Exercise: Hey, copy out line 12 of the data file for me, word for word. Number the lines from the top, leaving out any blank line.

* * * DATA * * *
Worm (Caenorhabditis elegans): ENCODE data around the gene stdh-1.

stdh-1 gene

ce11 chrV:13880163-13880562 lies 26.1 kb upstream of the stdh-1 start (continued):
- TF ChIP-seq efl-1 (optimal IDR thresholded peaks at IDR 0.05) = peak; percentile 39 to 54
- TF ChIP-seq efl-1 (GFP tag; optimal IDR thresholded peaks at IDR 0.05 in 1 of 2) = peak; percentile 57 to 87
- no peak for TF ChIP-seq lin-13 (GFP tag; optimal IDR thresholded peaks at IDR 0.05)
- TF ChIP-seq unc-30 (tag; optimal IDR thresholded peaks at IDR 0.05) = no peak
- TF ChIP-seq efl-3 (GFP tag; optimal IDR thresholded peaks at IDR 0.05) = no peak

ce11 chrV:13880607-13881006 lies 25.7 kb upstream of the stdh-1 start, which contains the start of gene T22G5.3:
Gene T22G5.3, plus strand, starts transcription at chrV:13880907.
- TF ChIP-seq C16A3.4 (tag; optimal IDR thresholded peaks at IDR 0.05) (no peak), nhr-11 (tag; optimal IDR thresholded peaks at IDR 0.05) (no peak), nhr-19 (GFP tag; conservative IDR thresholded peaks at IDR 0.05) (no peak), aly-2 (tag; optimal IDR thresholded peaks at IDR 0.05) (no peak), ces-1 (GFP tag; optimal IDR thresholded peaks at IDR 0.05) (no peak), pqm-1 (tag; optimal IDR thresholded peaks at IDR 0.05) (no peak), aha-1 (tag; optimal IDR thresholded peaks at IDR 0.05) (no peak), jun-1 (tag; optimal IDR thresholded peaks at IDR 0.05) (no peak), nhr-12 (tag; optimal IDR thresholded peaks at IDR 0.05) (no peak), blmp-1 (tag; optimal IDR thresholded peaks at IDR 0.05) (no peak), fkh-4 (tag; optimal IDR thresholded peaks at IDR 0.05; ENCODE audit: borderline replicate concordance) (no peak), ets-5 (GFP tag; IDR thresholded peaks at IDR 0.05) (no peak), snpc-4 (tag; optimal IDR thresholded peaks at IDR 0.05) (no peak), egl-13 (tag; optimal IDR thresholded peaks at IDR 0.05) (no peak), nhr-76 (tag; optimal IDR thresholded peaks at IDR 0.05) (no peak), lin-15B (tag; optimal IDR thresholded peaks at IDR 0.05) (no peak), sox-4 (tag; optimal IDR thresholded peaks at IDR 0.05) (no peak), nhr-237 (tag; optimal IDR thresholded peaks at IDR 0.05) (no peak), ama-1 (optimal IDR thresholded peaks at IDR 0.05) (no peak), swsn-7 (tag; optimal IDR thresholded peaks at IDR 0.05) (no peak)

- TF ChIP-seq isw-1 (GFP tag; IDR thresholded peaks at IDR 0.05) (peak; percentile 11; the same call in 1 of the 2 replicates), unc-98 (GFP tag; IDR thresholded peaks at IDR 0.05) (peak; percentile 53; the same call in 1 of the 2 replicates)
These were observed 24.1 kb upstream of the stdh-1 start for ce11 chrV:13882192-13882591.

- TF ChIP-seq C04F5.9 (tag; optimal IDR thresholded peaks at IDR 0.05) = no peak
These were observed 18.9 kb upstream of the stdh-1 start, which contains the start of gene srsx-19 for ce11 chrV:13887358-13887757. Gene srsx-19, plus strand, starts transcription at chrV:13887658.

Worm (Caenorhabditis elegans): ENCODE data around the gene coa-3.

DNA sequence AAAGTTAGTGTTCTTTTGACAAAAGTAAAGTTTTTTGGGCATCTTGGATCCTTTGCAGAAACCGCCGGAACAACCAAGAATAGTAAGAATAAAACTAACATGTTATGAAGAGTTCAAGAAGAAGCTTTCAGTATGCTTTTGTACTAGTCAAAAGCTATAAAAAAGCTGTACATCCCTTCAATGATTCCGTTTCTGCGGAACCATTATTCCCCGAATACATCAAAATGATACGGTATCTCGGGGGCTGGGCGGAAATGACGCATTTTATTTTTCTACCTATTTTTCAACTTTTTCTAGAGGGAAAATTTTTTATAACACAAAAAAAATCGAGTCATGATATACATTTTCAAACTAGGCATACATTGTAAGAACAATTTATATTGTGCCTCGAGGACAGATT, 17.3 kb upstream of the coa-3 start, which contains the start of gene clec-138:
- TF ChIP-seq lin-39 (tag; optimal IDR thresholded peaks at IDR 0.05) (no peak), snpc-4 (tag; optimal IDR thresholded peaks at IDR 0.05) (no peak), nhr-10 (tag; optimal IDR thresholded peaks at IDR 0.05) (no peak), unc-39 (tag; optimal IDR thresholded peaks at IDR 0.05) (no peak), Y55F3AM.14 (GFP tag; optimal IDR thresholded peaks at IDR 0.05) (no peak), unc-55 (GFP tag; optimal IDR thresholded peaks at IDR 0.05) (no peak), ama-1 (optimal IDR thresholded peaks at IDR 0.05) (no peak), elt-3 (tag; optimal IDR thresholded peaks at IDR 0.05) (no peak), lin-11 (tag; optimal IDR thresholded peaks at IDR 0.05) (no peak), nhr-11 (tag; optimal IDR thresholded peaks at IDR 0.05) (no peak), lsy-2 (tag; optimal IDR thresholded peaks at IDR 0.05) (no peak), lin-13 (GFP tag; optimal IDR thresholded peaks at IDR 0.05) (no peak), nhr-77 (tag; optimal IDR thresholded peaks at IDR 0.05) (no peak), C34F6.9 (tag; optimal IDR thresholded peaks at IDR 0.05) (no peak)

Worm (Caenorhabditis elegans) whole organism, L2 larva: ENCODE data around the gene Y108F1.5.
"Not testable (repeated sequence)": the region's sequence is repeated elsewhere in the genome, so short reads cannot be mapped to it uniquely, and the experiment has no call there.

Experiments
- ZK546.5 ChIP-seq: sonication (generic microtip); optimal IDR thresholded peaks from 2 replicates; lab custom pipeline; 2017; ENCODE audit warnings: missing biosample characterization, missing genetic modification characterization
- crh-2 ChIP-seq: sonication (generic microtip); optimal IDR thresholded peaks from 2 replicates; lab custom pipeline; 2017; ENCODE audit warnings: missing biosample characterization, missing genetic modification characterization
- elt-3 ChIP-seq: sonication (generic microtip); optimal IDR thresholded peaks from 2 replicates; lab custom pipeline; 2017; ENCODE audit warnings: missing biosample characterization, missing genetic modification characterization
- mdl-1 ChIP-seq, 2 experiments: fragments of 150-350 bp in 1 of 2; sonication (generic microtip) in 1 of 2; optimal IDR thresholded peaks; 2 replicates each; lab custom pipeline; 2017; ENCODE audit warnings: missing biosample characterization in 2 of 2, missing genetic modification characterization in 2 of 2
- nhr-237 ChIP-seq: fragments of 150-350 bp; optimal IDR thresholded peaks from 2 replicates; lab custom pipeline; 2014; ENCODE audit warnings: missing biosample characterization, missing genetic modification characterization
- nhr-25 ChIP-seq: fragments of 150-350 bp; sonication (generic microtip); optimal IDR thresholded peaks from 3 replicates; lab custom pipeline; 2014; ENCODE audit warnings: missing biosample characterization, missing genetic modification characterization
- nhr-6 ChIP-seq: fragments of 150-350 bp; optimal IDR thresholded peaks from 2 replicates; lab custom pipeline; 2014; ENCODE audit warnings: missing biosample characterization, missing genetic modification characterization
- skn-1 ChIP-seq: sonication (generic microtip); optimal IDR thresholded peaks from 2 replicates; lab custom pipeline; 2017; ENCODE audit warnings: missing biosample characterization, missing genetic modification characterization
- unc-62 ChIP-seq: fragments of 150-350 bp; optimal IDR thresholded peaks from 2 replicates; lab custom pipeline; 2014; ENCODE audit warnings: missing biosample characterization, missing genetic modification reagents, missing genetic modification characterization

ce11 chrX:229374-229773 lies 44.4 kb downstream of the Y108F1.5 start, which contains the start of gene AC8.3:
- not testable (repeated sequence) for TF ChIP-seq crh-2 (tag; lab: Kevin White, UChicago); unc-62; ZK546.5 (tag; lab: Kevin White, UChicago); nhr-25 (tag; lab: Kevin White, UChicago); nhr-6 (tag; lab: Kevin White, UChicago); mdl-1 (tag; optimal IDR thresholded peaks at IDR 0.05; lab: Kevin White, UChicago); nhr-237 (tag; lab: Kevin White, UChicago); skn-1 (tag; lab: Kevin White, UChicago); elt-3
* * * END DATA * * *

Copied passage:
- TF ChIP-seq isw-1 (GFP tag; IDR thresholded peaks at IDR 0.05) (peak; percentile 11; the same call in 1 of the 2 replicates), unc-98 (GFP tag; IDR thresholded peaks at IDR 0.05) (peak; percentile 53; the same call in 1 of the 2 replicates)